Eosinophilic esophagitis is localized eosinophil-predominant inflammation of the esophagus; it is probably caused by food allergy and can cause reflux-like symptoms, dysphagia, and, in older patients, food impaction.
(See also the American College of Gastroenterology's Evidenced Based Approach to the Diagnosis and Management of Esophageal Eosinophilia and Eosinophilic Esophagitis (EoE).)
Eosinophilic esophagitis is an increasingly recognized disease that can begin at any time between infancy and young adulthood; it occasionally manifests in older adults. It is more common among males.
The cause is probably an immune response to dietary antigens in patients with genetic susceptibility. Esophageal inflammation causes irritant symptoms and ultimately can lead to esophageal narrowing and stricture.
Infants and children may present with food refusal, vomiting, and/or chest pain.
In adults, esophageal food impaction is sometimes the first manifestation.
Patients often also have manifestations of other atopic disorders (eg, asthma, eczema, allergic rhinitis).
The diagnosis is often first considered when reflux symptoms fail to respond to acid-suppression therapy. It should also be considered in adults who present with esophageal food impaction or in adults who have noncardiac chest pain.
Diagnosis requires endoscopy with biopsy showing eosinophilic infiltration. Although visible abnormalities (eg, furrows, strictures, rings) may be apparent on endoscopy, appearance often is normal, so biopsies are essential. Because gastroesophageal reflux disease (GERD) can also cause eosinophilic infiltrates, patients who have mainly reflux symptoms should probably have endoscopy only after failure of a 2-mo trial of a proton pump inhibitor.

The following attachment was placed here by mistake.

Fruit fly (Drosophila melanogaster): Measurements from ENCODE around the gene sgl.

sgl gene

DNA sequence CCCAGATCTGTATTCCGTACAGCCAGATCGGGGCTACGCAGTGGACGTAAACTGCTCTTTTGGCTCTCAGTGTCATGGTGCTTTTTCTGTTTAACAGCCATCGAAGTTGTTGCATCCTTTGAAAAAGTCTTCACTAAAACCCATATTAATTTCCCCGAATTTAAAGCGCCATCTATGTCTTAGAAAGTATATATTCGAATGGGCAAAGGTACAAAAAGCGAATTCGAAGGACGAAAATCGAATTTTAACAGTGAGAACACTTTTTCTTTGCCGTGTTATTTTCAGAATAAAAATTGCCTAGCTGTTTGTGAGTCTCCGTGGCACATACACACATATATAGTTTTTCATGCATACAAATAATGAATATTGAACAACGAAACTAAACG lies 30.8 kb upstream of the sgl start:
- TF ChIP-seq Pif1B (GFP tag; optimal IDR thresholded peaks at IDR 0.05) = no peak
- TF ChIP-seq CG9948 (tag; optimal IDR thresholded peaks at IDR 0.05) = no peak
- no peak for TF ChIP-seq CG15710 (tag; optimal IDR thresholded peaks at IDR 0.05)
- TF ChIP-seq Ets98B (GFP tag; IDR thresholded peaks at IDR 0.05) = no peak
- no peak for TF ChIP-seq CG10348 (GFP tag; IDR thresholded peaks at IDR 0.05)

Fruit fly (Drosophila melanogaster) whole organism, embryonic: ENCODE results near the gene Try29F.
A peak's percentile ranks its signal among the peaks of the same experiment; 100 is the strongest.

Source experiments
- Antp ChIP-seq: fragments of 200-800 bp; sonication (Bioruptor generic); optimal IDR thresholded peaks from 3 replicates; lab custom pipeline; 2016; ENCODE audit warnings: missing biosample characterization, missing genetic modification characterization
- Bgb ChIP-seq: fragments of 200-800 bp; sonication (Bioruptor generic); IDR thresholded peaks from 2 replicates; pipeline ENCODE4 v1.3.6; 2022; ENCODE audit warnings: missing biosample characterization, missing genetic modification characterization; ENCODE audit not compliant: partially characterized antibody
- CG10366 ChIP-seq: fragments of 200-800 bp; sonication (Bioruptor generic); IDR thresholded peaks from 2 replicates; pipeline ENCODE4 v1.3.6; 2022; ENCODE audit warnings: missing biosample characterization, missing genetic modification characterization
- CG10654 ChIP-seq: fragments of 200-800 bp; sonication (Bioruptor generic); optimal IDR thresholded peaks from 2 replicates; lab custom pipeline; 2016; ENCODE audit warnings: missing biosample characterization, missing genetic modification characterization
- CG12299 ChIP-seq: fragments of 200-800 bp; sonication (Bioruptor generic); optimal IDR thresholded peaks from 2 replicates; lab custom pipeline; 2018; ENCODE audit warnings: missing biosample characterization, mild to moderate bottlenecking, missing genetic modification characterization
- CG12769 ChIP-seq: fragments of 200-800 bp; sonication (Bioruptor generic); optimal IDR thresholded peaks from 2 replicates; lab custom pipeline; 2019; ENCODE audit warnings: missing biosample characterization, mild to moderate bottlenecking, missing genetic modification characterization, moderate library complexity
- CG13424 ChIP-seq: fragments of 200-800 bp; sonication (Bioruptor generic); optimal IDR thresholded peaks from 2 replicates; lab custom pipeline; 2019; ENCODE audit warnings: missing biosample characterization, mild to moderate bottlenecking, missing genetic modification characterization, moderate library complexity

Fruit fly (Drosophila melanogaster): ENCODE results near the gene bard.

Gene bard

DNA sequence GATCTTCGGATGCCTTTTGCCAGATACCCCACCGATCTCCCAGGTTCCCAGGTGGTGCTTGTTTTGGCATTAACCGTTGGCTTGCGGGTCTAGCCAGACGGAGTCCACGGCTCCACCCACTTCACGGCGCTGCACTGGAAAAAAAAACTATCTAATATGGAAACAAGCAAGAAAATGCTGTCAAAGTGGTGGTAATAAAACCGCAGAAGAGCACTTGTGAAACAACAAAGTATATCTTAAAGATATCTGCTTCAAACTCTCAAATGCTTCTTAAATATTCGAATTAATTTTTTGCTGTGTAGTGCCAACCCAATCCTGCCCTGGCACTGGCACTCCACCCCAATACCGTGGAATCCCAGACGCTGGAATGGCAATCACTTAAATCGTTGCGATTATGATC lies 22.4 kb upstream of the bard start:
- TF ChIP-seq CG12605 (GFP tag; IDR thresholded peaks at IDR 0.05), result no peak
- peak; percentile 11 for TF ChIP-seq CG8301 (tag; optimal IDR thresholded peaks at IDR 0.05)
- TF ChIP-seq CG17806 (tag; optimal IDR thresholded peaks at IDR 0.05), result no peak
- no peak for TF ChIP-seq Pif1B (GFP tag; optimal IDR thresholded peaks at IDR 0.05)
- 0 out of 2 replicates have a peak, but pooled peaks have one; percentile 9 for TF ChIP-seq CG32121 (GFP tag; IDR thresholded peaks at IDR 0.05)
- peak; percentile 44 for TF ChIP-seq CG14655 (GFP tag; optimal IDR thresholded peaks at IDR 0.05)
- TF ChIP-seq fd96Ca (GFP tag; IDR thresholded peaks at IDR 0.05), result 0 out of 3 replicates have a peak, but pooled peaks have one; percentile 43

A barium swallow will show a feline or ribbed esophagus.
Testing for food allergies is often done to identify possible triggers (see Diagnosis); alternatives include skin testing, radioallergosorbent testing (RAST), or trial of an elimination diet.
In adults, topical corticosteroids are usually given if there is a dominant stricture. Patients may use a multi-dose inhaler of fluticasone (220 mcg) or budesonide (180 mcg) 30 min before breakfast and 30 min before dinner; they puff the drug into their mouth without inhaling and then swallow it. Budesonide (0.5 mg/2 mL mixed with a sugar substitute and swallowed 30 min before breakfast and 30 min before dinner) also can be mixed into a slurry and swallowed. They are given for 8 wk.
Dietary changes are also tried and are usually more effective in children than adults; food allergens identified by testing are eliminated from the diet or patients can follow a prespecified elimination diet (see Table 5: Allowable Foods in Elimination Diets*).
Patients who have significant strictures may need careful esophageal dilation using a balloon or esophageal dilator; multiple, careful, progressive dilations are done to help prevent esophageal tears or perforation.
Last full review/revision May 2014 by Michael C. DiMarino, MD
Content last modified May 2014